What are you up to today?

This post will link to It's Monday, What are You Reading?  hosted by Sheila at Book Journey.

Saturday, December 6, 2014

Home Cooking: A Writer in the Kitchen by Laurie Colwin

"... an unstuffed turkey is like a jigsaw puzzle of the American flag with a piece missing right in the middle."  
- from "Stuffing: A Confession" in Home Cooking  by Laurie Colwin 

Home Cooking: A Writer in the Kitchen
by Laurie Colwin
Open Road Media, 2014
(originally published, 1988)
193 pages
source: publisher via NetGalley for review consideration

For two weeks leading up to Thanksgiving, I am obsessed with the meal... to brine or not to brine, twice baked or mashed, how many sides, will four pies suffice, etc. Never mind the logistics of fitting everyone around the table or what time dinner should be served.

As I fussed with recipes, shopping, and planning, Laurie Colwin was like an old friend whose quiet presence reassured me it would all turn out just fine. During this time, I was too preoccupied to read much, but her short essays were the perfect diversion. I made time to read a few every evening.

 By 21st century standards, the essays in Home Cooking: A Writer in the Kitchen  certainly feel dated, but Colwin's warmth and personality shine through, so I didn't mind one bit.

And that's really the point, anyway. We no longer discuss whether stuffing belongs inside the bird, but our feelings behind the stuffing are timeless. Doesn't every family take pride in their  special stuffing recipe?

Colwin, a prolific writer of both fiction and nonfiction, died suddenly in 1992 when she was only 48 years old. Last month Open Road Media released her work in ebook format, making it possible for a new generation of digital readers to discover her talent.

I hope they do.

More Quotes:
"... when the chips are down, the spirit is exhausted and the body hungry, the same old thing is a great consolation. When people who must provide meals are too tired to think of what to cook, those old standbys come to the rescue. They are things a person can cook half asleep."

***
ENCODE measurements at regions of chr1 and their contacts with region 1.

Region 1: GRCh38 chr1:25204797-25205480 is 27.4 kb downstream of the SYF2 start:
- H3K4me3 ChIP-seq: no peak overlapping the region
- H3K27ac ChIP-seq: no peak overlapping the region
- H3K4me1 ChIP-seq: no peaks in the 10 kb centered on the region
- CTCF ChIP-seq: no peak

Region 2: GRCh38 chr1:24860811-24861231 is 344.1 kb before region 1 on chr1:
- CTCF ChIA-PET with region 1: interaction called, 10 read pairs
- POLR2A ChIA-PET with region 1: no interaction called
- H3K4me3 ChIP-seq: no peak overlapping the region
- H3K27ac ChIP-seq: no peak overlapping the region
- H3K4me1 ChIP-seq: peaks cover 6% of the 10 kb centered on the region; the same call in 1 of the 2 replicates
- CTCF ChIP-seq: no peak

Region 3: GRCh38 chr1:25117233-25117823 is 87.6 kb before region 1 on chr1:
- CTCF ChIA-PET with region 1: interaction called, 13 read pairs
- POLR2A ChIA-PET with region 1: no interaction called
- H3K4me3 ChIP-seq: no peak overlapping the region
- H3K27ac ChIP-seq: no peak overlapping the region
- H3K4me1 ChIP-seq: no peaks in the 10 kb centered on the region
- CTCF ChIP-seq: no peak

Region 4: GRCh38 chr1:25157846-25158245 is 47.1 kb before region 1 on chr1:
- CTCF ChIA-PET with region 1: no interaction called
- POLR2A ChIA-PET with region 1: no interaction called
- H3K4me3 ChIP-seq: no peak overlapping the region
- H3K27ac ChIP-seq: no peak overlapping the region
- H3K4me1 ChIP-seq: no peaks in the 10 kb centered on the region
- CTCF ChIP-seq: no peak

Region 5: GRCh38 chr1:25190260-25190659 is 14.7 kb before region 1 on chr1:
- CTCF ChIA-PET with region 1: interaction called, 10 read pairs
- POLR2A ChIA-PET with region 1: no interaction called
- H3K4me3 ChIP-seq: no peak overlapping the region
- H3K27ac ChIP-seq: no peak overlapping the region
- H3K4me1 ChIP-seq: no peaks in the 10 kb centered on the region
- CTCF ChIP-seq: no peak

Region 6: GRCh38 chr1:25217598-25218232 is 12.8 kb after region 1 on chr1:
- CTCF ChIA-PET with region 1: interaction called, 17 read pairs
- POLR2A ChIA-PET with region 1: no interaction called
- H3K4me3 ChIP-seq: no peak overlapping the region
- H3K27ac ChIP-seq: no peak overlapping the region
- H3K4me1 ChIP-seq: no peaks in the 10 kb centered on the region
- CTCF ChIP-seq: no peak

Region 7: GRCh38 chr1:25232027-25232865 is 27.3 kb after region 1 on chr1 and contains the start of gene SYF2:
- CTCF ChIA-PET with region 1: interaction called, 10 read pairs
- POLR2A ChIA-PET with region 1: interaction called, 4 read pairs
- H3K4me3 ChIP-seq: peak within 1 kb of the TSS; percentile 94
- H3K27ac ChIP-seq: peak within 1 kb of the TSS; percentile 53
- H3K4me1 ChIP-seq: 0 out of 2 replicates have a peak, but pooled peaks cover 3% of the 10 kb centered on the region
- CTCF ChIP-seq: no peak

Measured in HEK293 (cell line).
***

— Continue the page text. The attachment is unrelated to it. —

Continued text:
- from "The Same Old Thing" 
"..this implies that I do not like to eat al fresco. No sane person does, I feel. When it is nice enough for people to eat outside, it is also nice enough for mosquitoes, horse and deer flies, as well as wasps and yellow jackets."
- from How to Avoid Grilling 
"A long time ago it occurred to me that when people are tired and hungry, which in adult life is much of the time, they do not want to be confronted by an intellectually challenging meal; they want to be consoled.
      When life is hard and the day has been long, the ideal dinner is not four perfect courses, each in a lovely pool of sauce whose ambrosial flavors are like nothing ever before tasted, but rather something comforting and savory, easy on the digestion -- something that makes one feel, if even only for a minute, that one is safe."
- from "Nursery Food"

Weekend Cooking, hosted at Beth Fish Reads, is open to anyone who has any kind of food-related post to share: Book (novel, nonfiction) reviews, cookbook reviews, movie reviews, recipes, random thoughts, gadgets, quotations, photographs. If your post is even vaguely foodie, feel free to grab the button and link up anytime over the weekend. You do not have to post on the weekend. Please link to your specific post, not your blog's home page.